Green Veins vs. Blue Veins: What to Know (& When to Worry)

veins on woman's hands

Table of Contents

  • The Color of Healthy Veins
  • Green Veins vs. Blue Veins
  • When to Worry About Varicose Veins
  • Maintaining Vein Health

Your body consists of blood vessels such as veins, arteries, and capillaries that carry blood and nutrients to all your tissues. Arteries carry oxygenated blood from the heart to your organs and tissues. Veins transport deoxygenated blood or blood without oxygen from the tissues to your heart.1

Research shows that veins carry about 70% of the entire volume of your blood at any given time.2 Veins are present closer to the skin’s surface and have thinner walls than arteries. They also have gate-like valves to push blood upward to the heart against gravity and prevent its backflow.3 

Veins are full of dark red-colored deoxygenated blood. But if you look at the back of your hand, your veins appear blue or green.4

So, why do visible veins look different through the skin, and is there a difference between green veins vs. blue veins? 

The Color of Healthy Veins

Your body has three types of veins: pulmonary, deep, and superficial. The ones closest to your skin, which you can see clearly, are called superficial veins.5

Typically, healthy veins closest to the skin on your hands and legs appear greenish-blue. Sometimes, they may appear red or purple. These superficial veins appear so because of how you perceive the light that passes through the layers of your skin. So, the vein color depends on your skin tone, the levels of fat in your body, and how close the vein is to your skin.6 

Let’s see how this works and whether there’s any difference between green and blue veins. 

Green Veins vs. Blue Veins

When you look at your hands or legs and see bluish-green veins, your eyes are tricking you. The color you view is the wave of visible light reflected from the skin’s surface while other waves get absorbed. The visible light spectrum includes waves that your eyes can see, including the colors red, orange, yellow, green, blue, indigo, and violet. The red waves have the longest wavelength, and the violet ones have the shortest. So, a red apple appears red because it reflects red waves and absorbs all other colors.7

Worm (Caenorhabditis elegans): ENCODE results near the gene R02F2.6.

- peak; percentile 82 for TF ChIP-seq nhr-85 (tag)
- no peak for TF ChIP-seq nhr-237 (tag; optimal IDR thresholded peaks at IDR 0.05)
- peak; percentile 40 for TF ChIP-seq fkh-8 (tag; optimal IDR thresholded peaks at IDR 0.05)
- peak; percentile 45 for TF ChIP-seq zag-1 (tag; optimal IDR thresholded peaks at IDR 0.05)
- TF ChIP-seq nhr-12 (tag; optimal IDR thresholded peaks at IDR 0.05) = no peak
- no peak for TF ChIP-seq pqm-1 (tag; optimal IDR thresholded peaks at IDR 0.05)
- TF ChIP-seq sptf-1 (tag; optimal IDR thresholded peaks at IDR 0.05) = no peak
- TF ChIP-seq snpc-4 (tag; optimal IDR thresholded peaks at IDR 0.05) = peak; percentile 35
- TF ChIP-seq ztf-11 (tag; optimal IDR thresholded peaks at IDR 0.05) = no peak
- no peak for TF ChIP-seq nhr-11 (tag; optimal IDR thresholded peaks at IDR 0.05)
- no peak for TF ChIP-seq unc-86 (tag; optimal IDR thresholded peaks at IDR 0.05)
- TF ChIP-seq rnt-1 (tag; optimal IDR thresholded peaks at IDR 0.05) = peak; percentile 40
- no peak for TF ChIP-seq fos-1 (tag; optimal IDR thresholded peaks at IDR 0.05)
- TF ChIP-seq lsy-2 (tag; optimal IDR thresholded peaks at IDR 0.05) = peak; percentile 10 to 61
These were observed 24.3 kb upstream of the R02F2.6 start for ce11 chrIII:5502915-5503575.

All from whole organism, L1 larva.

As you look at your veins through the layers of skin and fat surrounding them, they may look green or blue instead of red. Your skin absorbs the red waves, so only green or blue waves reach your eye. It creates an illusion, which makes you perceive your veins as “green veins” or “blue veins.”8

So, if you notice these veins, there is no cause for concern as they are healthy veins. And there is no real difference between green and blue veins other than their color. 

Now, if your skin tone is light, you have less amount of the skin pigment called melanin. Your skin absorbs fewer light waves allowing your veins to remain visible. So, you’ll notice visible green, blue, or purple veins.9 

If your skin tone is darker, you may not be able to see the color of your veins. This is because you have more skin pigment, which absorbs more light waves, making it difficult to see the veins and their color.10 The amount of fat in your body also affects how you perceive your veins. If your body has more fat, the veins may not be visible.11 

Some other reasons why you may have visible blue or green veins include the following:

  • Genetics. If your parents have noticeable veins, you may also have them, as they are genetic.12
  • Age. With age, skin becomes thinner and causes green and blue veins to be more visible.13
  • Exercise. Exercise can increase blood pressure and make your veins more visible.14
  • Laughing, yelling, or sneezing. They can suddenly increase pressure and make the veins around your face more prominent.15 
  • High blood pressure. High blood pressure can dilate your veins and make them visible. 16
  • Heat. Hot weather can expand your veins and make them visible. 17